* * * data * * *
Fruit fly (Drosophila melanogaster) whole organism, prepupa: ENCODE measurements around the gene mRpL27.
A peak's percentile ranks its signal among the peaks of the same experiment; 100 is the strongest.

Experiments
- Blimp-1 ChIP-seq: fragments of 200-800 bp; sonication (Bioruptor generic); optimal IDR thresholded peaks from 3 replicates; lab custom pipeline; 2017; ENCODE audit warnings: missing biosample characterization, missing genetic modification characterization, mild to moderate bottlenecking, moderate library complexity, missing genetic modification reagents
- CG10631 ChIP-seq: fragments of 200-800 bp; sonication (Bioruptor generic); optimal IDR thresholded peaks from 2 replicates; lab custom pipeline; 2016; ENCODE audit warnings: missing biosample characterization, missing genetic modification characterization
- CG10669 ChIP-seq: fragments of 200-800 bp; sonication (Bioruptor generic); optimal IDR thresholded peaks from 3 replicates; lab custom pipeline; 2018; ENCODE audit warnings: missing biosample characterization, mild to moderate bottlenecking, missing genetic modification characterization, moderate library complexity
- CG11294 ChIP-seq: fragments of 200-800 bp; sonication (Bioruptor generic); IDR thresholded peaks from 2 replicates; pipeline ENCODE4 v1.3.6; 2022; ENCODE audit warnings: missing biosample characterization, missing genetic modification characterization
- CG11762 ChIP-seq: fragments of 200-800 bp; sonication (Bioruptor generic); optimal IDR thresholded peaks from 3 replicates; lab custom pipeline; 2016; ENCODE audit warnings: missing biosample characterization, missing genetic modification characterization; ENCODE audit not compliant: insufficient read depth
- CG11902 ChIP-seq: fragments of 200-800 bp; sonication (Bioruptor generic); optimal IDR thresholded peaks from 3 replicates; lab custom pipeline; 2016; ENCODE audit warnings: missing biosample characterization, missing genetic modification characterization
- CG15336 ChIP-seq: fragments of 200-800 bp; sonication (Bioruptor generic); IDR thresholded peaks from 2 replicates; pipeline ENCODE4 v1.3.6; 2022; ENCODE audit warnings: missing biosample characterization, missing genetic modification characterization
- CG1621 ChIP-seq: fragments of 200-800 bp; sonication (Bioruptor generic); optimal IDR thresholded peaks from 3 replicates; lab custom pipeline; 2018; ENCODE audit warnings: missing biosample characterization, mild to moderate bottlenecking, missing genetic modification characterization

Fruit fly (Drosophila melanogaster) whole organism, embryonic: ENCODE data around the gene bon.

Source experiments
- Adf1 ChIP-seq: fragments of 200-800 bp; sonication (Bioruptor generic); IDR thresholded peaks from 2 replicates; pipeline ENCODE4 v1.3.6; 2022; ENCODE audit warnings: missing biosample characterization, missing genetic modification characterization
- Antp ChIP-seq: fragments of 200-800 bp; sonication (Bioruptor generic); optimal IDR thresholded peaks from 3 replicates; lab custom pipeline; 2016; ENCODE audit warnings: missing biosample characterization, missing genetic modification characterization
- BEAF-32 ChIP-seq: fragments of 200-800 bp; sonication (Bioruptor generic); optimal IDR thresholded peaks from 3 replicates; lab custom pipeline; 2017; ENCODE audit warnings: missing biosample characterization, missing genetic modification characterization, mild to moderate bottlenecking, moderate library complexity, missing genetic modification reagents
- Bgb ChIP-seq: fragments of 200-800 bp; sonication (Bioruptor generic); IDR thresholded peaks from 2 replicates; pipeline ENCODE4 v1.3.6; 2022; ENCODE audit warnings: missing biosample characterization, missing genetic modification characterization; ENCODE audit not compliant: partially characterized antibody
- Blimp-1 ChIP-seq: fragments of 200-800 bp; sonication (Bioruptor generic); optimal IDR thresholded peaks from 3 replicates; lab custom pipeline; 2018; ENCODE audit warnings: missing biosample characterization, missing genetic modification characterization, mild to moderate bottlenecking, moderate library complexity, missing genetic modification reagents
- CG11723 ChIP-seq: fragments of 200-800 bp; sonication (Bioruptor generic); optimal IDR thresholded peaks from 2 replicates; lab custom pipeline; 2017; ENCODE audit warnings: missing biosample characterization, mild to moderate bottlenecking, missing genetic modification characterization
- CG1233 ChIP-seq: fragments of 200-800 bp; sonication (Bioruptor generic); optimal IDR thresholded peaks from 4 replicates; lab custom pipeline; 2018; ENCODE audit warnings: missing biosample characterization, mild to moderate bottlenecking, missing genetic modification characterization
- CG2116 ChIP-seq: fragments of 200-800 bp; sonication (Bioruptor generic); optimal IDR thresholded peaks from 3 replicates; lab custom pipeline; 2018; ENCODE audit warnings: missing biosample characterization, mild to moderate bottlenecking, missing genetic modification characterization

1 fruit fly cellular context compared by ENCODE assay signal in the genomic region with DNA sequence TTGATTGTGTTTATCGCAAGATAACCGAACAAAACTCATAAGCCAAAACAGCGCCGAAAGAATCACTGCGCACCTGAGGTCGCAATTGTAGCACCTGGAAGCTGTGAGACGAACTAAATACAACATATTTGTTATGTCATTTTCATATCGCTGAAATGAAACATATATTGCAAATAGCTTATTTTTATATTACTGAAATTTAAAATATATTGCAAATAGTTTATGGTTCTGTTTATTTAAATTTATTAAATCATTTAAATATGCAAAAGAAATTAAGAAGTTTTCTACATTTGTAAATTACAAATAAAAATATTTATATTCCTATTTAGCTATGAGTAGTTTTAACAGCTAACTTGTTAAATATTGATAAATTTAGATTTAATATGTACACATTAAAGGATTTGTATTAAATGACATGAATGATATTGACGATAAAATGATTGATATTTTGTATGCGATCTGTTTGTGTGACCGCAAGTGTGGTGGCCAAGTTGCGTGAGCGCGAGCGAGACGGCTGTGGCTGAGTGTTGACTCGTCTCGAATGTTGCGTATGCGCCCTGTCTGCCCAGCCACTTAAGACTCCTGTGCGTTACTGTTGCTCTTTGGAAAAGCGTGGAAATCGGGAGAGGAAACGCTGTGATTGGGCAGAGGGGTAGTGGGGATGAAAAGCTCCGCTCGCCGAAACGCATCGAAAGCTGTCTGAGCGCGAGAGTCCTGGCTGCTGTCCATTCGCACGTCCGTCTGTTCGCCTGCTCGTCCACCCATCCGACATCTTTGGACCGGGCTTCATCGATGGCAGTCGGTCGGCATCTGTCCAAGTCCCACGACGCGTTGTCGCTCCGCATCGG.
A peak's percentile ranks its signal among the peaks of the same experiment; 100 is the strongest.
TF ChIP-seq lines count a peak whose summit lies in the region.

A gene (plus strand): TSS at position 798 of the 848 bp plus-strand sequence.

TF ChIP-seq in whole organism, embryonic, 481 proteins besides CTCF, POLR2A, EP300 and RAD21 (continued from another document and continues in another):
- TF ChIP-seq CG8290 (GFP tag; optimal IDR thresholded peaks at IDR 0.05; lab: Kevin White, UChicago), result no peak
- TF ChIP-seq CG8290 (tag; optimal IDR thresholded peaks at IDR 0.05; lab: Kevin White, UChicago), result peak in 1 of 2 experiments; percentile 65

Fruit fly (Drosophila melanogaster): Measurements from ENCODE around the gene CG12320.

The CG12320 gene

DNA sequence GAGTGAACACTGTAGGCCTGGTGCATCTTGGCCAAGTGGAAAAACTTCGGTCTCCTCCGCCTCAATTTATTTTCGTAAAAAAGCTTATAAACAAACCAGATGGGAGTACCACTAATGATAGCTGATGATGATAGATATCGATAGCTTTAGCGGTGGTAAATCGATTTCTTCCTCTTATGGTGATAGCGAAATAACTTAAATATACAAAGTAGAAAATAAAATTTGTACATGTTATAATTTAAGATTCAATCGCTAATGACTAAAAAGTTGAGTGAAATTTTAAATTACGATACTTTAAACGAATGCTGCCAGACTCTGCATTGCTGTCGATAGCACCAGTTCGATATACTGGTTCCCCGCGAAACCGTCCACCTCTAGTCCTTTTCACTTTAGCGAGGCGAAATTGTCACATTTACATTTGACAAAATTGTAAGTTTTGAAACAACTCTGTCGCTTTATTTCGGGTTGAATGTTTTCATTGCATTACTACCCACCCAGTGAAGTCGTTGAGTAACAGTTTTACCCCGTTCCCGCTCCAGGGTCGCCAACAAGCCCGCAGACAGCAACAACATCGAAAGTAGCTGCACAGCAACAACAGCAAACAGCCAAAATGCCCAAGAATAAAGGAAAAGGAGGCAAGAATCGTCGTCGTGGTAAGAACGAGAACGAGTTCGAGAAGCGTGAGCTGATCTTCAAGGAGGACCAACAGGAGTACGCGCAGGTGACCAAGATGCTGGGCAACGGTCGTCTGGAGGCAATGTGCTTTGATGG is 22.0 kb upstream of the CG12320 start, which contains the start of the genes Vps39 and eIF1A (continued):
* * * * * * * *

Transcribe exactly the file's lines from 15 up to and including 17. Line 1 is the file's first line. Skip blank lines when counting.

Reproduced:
- Antp ChIP-seq: fragments of 200-800 bp; sonication (Bioruptor generic); optimal IDR thresholded peaks from 3 replicates; lab custom pipeline; 2016; ENCODE audit warnings: missing biosample characterization, missing genetic modification characterization
- BEAF-32 ChIP-seq: fragments of 200-800 bp; sonication (Bioruptor generic); optimal IDR thresholded peaks from 3 replicates; lab custom pipeline; 2017; ENCODE audit warnings: missing biosample characterization, missing genetic modification characterization, mild to moderate bottlenecking, moderate library complexity, missing genetic modification reagents
- Bgb ChIP-seq: fragments of 200-800 bp; sonication (Bioruptor generic); IDR thresholded peaks from 2 replicates; pipeline ENCODE4 v1.3.6; 2022; ENCODE audit warnings: missing biosample characterization, missing genetic modification characterization; ENCODE audit not compliant: partially characterized antibody